Politics complicates Lebanon’s water problems
Beirut - Lebanon has some of the highest rainfall of any country in the mostly arid Middle East, yet, during the dry summer, people have to buy extra water for drinking, washing and other everyday uses.
A country with a population of 4 million and an average annual rainfall of more than 800mm, plus tens of centimetres of snowfall, should not experience water shortages.
Fadi Comair, director-general of Lebanon’s Ministry of Water and Energy, said the shortages come as no surprise.
“In principle, Lebanon should not have water issues,” he said. “However, it has to suffer from shortages of water because, unfortunately, nobody listened to us technocrats when we promoted and submitted a 10-year strategic plan for water demand management back in 2000.”
Waste and mismanagement of water resources are at the core of Lebanon’s shortages, Comair explained. “We have plans, we have the will, we have the know-how as technocrats and we can resolve the problem in months but the real problem here is the lack of political will,” he said.
Even water is politicised in Lebanon where every public utility from electricity to telecommunications to rubbish collection has fallen victim to political calculation and manipulation.
In 2000, Lebanon was the first Arab state to develop a comprehensive strategy for water preservation and management — the Integrated Water Resource Management (IWRM) — but has been unable to implement it.
“Jordan took Lebanon’s IWRM strategy and applied it after introducing some adaptations. Tunisia, Morocco and Egypt also emulated the strategy and implemented it,” Comair said. “Only Lebanon did not because of the lack of the will of politicians.”
Acute water shortages that hit Lebanon in recent years were largely blamed on climate change, an exceptionally dry winter in 2014 and the large influx of Syrian refugees, which put additional strain on ageing infrastructure. However, the water crisis is not merely the result of dry winters and mass population movement but of fundamental and chronic shortfalls in the country’s water management policies and infrastructure.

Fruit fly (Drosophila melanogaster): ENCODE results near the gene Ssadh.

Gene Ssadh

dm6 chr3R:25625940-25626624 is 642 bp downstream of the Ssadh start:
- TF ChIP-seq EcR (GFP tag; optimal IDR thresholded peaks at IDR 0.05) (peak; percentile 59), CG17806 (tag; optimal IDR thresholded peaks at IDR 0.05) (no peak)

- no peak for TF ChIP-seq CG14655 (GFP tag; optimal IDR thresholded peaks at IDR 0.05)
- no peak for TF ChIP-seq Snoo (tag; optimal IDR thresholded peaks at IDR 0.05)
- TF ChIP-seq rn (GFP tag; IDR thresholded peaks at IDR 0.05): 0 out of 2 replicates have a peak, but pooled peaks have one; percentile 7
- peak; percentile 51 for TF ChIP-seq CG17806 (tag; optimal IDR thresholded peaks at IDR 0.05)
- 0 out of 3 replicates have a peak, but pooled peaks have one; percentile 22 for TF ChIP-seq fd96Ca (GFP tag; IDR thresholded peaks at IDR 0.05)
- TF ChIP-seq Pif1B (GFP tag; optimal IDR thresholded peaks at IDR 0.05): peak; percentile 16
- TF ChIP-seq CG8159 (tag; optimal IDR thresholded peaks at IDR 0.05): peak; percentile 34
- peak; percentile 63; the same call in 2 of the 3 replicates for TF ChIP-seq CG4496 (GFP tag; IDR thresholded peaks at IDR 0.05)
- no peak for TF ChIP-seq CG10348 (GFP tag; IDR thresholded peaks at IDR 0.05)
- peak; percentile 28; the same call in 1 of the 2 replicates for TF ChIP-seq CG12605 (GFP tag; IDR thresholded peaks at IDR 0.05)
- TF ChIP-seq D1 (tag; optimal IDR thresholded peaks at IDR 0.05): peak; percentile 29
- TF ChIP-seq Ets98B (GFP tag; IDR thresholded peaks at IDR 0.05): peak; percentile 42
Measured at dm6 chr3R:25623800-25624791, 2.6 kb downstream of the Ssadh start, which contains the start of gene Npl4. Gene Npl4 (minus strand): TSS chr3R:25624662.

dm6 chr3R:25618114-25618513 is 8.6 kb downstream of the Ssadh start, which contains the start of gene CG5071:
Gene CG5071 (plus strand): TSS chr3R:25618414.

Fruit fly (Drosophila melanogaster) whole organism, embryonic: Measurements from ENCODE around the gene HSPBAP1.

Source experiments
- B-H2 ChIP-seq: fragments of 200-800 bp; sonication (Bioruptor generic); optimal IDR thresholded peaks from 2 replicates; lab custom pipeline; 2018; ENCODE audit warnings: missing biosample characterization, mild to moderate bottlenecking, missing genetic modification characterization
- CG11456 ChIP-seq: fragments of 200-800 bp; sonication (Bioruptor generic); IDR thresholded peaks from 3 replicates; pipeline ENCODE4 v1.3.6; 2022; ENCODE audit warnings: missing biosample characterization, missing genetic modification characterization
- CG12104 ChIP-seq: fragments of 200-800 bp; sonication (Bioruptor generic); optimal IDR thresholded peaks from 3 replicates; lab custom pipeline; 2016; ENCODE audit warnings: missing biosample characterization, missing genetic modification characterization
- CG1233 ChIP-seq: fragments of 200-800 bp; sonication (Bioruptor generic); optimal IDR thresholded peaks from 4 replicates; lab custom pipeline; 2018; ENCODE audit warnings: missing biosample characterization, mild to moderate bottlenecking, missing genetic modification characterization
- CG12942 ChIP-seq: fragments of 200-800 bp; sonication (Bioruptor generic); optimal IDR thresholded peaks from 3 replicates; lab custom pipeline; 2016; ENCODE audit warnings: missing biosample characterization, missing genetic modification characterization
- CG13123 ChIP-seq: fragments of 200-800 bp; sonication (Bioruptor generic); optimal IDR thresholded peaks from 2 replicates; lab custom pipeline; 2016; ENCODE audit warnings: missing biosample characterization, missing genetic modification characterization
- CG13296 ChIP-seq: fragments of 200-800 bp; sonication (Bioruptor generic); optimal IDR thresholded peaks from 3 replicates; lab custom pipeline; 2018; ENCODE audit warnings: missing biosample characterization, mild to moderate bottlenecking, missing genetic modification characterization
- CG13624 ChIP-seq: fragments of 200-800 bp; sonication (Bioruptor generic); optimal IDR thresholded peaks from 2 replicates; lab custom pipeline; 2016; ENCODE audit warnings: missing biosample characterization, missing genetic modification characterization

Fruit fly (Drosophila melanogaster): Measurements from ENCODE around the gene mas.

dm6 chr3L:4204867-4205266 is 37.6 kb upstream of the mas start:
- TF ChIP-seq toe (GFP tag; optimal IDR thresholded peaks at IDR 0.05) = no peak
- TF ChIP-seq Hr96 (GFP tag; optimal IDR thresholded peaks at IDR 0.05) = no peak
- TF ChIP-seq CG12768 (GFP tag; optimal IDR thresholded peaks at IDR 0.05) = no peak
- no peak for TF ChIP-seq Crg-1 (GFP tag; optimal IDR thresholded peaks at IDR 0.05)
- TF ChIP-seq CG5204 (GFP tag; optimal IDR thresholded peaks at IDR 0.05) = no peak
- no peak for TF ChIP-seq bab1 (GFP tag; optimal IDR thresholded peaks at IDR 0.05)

“Definitely, the influx of refugees impacted the water balance in Lebanon,” Comair said. “In principle we had previewed a deficit in 2050 but this deficit is brought closer because you have [almost] 2 million people injected in the country. Lebanon is wasting 1.2 billion cubic metres of rainwater in the sea annually because of the lack of water conservation and management plans.”
With only two operating dams, Lebanon lies far behind other countries on the Mediterranean basin in water collection and conservation. “We need at least 39 dams. Others, like in Cyprus for instance, which is small compared to Lebanon [in population], they have 190 dams. In Syria, they have 263 and in France there are as many as 4,000 dams,” Comair said.
He emphasised the effectiveness of the IWRM strategy in dealing with Lebanon’s water problems and preventing future issues.
The strategy aims at ensuring additional water resources through the construction of structures to capture water and store it in dam reservoirs and lakes in the wet season for use during the dry season.
The goal is to improve the water network and raise its performance to 90%. At present, water loss in the domestic network through leakage and other forms of waste is estimated to be 50% on average and as high as 80% in some areas.
The strategy includes reforming irrigation technologies by shifting from surface irrigation that has a waste rate of 12,000-13,000 cubic metres per hectare of fresh water to sprinklers and drip irrigation, while allocating treated waste water to irrigation, a technique applied in countries in the northern Mediterranean basin.
In parallel to the technical aspects, the IWRM strategy envisions institutional reforms and updating Lebanon’s water laws to encourage the participation of the private sector in water management.
A few rivers in the Middle East are the major source of water for large areas spanning national borders and access to water is seen as a potential cause of conflict. Comair argued that water sharing could be an incentive for peace, if the concept of hydro-diplomacy is applied properly.
“It (hydro-diplomacy) basically relies on the use of international legal tools, including the UN water convention of 1997, to bring countries to apply the concept of equitable sharing and reasonable use of international waterways,” he said.
“(It questions) why Israel uses 500 litres per day per person while Jordan uses 60, the Palestinians 20 and Lebanon 100. Application of equitable and reasonable use of water could [very well] be a tool for peace, not war.”